If you are interested in seabirds then I can not recommend Adam Nicolson's The Seabird's Cry highly enough. It is fascinating, researched with many details and shows a great depth of understanding while remaining poetic, not dry. It combines scientific analysis with a passion for the environment.
Each chapter describes a different seabird, including:
- Cormorant and Shag
- Great Auk and its cousin Razorbill
A key concept is that of Umwelt, which means "surrounding world" and is about how each animal lives in its own world, driven by its needs, skills and environment.
At first I was thinking to write about each bird, folding down corners of pages of interest. But there were too many amazing moments and the edge of the book is now full of gaps. To pick just a few, flicking through at random:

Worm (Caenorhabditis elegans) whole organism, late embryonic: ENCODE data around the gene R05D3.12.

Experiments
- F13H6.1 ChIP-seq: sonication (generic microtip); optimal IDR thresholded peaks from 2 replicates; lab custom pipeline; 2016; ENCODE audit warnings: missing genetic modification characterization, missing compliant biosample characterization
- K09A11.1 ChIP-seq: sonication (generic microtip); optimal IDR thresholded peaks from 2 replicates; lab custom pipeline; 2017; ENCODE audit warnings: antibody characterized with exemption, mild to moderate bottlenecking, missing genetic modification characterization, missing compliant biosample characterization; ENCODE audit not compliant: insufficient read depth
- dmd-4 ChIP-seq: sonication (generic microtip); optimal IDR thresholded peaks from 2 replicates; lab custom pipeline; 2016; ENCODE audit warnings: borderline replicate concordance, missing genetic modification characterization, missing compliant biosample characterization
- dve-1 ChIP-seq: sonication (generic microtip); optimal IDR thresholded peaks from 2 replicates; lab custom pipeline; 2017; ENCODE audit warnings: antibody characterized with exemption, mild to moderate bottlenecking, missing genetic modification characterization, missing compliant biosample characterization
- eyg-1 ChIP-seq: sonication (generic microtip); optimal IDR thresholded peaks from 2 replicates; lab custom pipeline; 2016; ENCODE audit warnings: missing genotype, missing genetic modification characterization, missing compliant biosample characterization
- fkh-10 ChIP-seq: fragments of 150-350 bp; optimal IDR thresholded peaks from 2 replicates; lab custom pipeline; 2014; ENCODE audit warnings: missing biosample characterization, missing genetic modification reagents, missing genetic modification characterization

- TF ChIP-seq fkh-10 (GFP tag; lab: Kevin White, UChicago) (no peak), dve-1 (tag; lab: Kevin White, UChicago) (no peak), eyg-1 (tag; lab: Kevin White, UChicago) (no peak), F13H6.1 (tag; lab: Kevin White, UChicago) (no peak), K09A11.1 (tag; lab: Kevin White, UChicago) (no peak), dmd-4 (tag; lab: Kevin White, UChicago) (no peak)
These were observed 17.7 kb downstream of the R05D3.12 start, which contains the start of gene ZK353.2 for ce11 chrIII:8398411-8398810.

- How gulls can turn into sociopathic cannibal superkillers
- How the fishing patterns of kittwakes follow the phases of the moon
- How puffins can dive up to 220 feet over two minutes
- How albatrosses tack their way around the southern oceans
- How boobies are traumatised to turn psychopath and even rapists
- How shearwaters fly between 10,000 to 20,000 miles a year by understanding the trade winds and knowing their location by its smell
The final chapter, named the Seabird's Cry, is about how we humans are destroying our planet, with global warming, loss of habitat, depletion of fish stocks and endless plastic waste. It is a call to action to help protect these incredible animals.
Full of details and personal experience, maps of routes of seabirds gathered using GPS trackers,
this is an brilliant book, a masterpiece even.